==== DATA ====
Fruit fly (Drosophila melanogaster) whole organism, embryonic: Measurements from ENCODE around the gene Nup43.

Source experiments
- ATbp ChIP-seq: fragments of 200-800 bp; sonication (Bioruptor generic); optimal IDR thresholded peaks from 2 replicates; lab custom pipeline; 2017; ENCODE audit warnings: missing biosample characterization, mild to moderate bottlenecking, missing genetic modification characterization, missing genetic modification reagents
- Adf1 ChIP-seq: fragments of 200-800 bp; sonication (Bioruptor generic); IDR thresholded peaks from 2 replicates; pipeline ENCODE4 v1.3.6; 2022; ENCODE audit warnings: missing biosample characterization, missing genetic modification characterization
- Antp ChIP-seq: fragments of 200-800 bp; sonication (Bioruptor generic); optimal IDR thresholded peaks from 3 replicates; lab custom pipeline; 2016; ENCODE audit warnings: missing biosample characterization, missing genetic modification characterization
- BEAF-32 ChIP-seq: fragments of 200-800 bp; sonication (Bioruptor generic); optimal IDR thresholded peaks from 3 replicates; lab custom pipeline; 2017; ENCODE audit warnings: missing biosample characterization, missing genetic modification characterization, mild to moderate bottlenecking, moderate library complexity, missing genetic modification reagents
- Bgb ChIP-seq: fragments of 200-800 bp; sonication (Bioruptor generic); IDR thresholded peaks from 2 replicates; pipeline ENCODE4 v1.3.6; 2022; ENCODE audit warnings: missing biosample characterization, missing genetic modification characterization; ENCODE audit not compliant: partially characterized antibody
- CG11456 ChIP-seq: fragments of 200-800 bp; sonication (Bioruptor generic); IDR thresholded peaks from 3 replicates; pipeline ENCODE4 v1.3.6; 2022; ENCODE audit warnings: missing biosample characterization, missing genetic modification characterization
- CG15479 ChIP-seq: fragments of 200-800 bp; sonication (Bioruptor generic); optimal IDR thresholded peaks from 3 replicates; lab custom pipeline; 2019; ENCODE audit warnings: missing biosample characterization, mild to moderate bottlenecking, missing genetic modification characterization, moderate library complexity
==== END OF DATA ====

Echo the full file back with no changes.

Fruit fly (Drosophila melanogaster) whole organism, embryonic: Measurements from ENCODE around the gene Nup43.

Source experiments
- ATbp ChIP-seq: fragments of 200-800 bp; sonication (Bioruptor generic); optimal IDR thresholded peaks from 2 replicates; lab custom pipeline; 2017; ENCODE audit warnings: missing biosample characterization, mild to moderate bottlenecking, missing genetic modification characterization, missing genetic modification reagents
- Adf1 ChIP-seq: fragments of 200-800 bp; sonication (Bioruptor generic); IDR thresholded peaks from 2 replicates; pipeline ENCODE4 v1.3.6; 2022; ENCODE audit warnings: missing biosample characterization, missing genetic modification characterization
- Antp ChIP-seq: fragments of 200-800 bp; sonication (Bioruptor generic); optimal IDR thresholded peaks from 3 replicates; lab custom pipeline; 2016; ENCODE audit warnings: missing biosample characterization, missing genetic modification characterization
- BEAF-32 ChIP-seq: fragments of 200-800 bp; sonication (Bioruptor generic); optimal IDR thresholded peaks from 3 replicates; lab custom pipeline; 2017; ENCODE audit warnings: missing biosample characterization, missing genetic modification characterization, mild to moderate bottlenecking, moderate library complexity, missing genetic modification reagents
- Bgb ChIP-seq: fragments of 200-800 bp; sonication (Bioruptor generic); IDR thresholded peaks from 2 replicates; pipeline ENCODE4 v1.3.6; 2022; ENCODE audit warnings: missing biosample characterization, missing genetic modification characterization; ENCODE audit not compliant: partially characterized antibody
- CG11456 ChIP-seq: fragments of 200-800 bp; sonication (Bioruptor generic); IDR thresholded peaks from 3 replicates; pipeline ENCODE4 v1.3.6; 2022; ENCODE audit warnings: missing biosample characterization, missing genetic modification characterization
- CG15479 ChIP-seq: fragments of 200-800 bp; sonication (Bioruptor generic); optimal IDR thresholded peaks from 3 replicates; lab custom pipeline; 2019; ENCODE audit warnings: missing biosample characterization, mild to moderate bottlenecking, missing genetic modification characterization, moderate library complexity